Kingfisher Airlines grounds aircraft on engine and financial woes

Kingfisher Airlines suffered a bird-strike incident last Friday. A simply dry report of the incident would read as,

A Kingfisher Airlines Airbus A321-232 registration VT-KFP performing flight IT-331 from Mumbai to New Delhi, India on October 8, 2010, suffered a bird hit. During the take-off run, a loud thud was heard, since the aircraft was already beyond V1 (decision speed), in accordance with established aviation practices, the pilot in command continued the take-off, and after being airborne, requested Mumbai ATC for a return back to the airport. The plane landed safely on one engine, and passengers disembarked normally. A subsequent inspection confirmed the ingestion of a large bird into the engine and also revealed extensive damage to the engine. Passengers were transferred on to other flights of the carrier.

In normal circumstances a bird stike is just one of the routine hazards of daily airline business, but in the case of Kingfisher, this incident has just added to the on-going engine woes at the airline, leading to many of its aircraft being grounded for extended periods of time.

VT-KFT, VT-DKR, and an unknown Airbus A320 family aircraft of Kingfisher

Across the nation one can see Kingfisher aircraft covered with silver coloured high density foil, which is normally used to seal up an aircraft meant for long term storage, missing their engines. When queried, an airline source said

We have just removed the engines which are due back from overhaul in 10 days. We have wrapped areas of the aircraft with plastic film for protection purposes.

An aircraft only earns an airline money when it is flying. It is normal practice for airlines to have VT-KFT Kingfisher Airlines Airbus A320 grounded due to IEA V2500 engine maintenanceas many as 50% engines as spares in their inventory, i.e. one additional engine for every two engined airframe. This minimises aircraft down time by enabling rapid swapping engines (typically at night) as they come due for maintenance. Keeping a serving aircraft grounded for ten days is unheard of.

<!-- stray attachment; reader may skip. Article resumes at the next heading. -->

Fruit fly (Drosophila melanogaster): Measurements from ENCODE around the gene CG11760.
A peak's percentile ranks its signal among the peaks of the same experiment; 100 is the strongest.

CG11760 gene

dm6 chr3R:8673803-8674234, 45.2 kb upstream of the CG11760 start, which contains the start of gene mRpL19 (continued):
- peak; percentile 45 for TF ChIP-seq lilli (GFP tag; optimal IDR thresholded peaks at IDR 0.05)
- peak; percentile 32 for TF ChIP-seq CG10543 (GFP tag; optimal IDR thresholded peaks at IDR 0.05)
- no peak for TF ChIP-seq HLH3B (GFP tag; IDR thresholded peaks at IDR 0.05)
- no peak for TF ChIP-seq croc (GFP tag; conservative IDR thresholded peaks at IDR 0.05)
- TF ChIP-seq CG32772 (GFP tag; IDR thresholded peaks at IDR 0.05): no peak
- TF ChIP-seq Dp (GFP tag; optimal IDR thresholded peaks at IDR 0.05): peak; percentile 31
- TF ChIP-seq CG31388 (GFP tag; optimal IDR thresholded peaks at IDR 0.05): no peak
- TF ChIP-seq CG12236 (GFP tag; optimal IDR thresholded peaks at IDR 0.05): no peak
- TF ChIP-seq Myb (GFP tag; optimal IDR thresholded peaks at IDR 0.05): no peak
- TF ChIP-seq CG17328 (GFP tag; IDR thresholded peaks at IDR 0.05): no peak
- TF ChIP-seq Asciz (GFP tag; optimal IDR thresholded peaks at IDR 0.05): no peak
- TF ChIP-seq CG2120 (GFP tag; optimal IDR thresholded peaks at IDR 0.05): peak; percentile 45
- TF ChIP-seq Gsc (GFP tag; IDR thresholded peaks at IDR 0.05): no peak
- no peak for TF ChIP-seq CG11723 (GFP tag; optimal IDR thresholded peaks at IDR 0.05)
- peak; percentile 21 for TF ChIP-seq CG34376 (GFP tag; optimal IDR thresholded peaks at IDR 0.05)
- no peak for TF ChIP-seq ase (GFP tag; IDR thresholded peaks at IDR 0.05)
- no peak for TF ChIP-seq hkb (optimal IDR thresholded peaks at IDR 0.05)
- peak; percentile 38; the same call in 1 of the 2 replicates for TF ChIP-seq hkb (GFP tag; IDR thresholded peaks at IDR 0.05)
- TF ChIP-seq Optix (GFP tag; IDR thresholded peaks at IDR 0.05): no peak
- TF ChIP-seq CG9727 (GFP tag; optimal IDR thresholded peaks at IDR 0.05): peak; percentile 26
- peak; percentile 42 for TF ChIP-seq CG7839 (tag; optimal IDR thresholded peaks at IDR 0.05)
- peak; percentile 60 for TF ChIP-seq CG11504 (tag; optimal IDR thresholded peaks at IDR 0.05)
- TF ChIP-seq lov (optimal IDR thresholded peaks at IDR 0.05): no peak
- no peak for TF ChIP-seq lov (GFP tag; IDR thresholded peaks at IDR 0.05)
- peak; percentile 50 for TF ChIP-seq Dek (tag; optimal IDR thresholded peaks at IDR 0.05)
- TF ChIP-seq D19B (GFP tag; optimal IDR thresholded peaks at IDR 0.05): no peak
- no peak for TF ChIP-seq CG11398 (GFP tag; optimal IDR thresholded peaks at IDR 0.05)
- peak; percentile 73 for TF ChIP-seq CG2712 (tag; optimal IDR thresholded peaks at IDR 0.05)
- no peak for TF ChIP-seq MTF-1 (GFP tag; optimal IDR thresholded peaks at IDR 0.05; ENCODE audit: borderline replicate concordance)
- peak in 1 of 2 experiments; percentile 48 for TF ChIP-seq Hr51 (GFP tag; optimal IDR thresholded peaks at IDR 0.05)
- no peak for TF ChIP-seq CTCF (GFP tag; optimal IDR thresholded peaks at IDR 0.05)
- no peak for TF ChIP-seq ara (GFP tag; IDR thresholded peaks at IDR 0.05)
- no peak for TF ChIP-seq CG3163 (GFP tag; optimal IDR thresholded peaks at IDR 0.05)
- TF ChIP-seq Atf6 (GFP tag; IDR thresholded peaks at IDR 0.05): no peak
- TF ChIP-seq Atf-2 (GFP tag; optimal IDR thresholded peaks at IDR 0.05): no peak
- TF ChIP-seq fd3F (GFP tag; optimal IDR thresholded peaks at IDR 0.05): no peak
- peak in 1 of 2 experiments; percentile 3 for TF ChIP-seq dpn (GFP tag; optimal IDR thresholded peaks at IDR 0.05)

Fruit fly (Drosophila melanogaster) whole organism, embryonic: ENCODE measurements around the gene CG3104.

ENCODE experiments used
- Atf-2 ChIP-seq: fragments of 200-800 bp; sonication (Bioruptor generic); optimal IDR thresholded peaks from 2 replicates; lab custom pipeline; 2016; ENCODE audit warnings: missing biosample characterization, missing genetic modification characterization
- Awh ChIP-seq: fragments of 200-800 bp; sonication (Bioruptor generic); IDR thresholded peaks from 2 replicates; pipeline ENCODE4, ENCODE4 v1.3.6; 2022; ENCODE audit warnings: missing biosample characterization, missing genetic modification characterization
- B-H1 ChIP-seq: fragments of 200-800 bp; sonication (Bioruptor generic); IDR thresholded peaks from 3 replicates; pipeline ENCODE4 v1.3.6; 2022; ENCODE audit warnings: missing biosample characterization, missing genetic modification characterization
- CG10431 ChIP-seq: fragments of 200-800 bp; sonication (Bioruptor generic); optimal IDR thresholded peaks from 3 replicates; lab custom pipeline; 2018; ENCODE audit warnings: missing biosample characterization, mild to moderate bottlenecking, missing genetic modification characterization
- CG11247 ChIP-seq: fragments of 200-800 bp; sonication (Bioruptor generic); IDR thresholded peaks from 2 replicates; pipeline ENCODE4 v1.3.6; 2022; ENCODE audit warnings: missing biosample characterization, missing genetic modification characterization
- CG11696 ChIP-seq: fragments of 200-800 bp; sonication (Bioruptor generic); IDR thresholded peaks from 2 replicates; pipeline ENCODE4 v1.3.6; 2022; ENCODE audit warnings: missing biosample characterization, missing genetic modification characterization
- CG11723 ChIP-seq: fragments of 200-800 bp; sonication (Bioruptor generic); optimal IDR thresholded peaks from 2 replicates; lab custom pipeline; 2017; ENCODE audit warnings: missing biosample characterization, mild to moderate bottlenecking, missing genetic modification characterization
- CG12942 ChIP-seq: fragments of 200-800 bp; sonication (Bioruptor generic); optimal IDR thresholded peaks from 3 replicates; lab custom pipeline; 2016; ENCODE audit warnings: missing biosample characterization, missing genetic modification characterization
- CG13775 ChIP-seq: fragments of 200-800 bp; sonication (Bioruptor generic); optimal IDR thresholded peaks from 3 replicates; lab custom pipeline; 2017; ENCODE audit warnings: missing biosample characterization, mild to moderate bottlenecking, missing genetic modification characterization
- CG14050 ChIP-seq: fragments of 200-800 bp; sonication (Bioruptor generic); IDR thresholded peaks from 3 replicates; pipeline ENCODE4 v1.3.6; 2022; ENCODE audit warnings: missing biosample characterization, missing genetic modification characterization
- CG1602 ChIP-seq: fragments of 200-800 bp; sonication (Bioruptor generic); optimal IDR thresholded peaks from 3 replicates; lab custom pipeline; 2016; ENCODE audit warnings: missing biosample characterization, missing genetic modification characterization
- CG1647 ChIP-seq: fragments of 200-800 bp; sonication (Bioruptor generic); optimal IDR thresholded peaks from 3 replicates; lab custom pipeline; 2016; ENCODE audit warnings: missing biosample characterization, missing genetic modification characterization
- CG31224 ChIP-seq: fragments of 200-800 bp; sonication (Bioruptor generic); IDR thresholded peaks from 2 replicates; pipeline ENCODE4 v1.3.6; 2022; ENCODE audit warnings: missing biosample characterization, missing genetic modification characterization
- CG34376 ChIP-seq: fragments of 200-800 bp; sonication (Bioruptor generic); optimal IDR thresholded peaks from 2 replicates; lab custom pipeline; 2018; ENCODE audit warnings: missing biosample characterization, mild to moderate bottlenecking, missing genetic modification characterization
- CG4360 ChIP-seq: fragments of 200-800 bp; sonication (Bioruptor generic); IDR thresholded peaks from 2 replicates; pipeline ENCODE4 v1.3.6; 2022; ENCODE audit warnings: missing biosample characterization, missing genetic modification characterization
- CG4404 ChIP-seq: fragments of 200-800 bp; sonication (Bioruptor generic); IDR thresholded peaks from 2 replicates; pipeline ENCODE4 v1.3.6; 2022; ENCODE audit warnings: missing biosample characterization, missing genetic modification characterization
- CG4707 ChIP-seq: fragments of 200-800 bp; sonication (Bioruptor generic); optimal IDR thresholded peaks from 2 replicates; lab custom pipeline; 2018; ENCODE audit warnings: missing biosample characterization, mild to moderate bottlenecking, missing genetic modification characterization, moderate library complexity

It is no secret that the airline is suffering the ill-effects of its financial problems. The line of creditors is long, with some of the less critical ones waiting months on end for their payments. Even critical vendors, like lessors of capital equipment like airframes and engines, airports, and fuel companies, have been the victim of highly delayed payments from the carrier. In January 2009, the airline was court ordered to return aircraft to GE Commercial Aviation Services (GECAS) due to payment issues. At the same time the airline was forced to defer delivery on as many as 32 of 48 ordered Airbus aircraft, and divert many new aircraft to other airlines like Turkish THY.

The latest financial spat at the airline appears to involve engine vendors International Aero Engines (IAE) and Pratt and Whitney whose engines power the carrier’s Airbus A320 family fleet and ATR-72-500 fleet respectively. These spats have forced the grounding of as many as 19 aircraft, at airports across India, as the carrier is increasingly forced by creditors to make payments up front.

Kingfisher’s Airbus A320 family fleet is powered by the IEA V2500 engines, the same engines that power the A320 fleet at low fare competitor IndiGo. The V2500 has had some problems with the high pressure compressor drum assemblies. While, IAE has rectified the problems at IndiGo since the carrier was the launch customer of the V2500 SelectOne post-delivery maintenance program, Kingfisher has suffered the grounding of at least nine aircraft due rectification delays of the same problem.

Most likely, IEA has taken a hard stance, possibly demanding upfront payments or clearance of past dues, prior to rendering service, which would add to the existing cash flow crunch at the airline. It is logical to assume that Kingfisher may not have adequate cash to service and keep engines spare and this forcing the carrier to ground aircraft for ten days or more while the engines are being serviced.

In return, Kingfisher Airlines is threatening to make claims of Rs. 1,000 Crore (approx. $220 million) on the engine manufacturer, for “extra-ordinary costs of repair and revenue loss”.

For now, all one can say is stay tuned, the drama continues, but aircraft lovers just cringe at the sight of these airframes languishing across India.

About Devesh Agarwal

A electronics and automotive product management, marketing and branding expert, he was awarded a silver medal at the Lockheed Martin innovation competition 2010. He is ranked 6th on Mashable's list of aviation pros on Twitter and in addition to Bangalore Aviation, he has contributed to leading publications like Aviation Week, Conde Nast Traveller India, The Economic Times, and The Mint (a Wall Street Journal content partner). He remains a frequent flier and shares the good, the bad, and the ugly about the Indian aviation industry without fear or favour.

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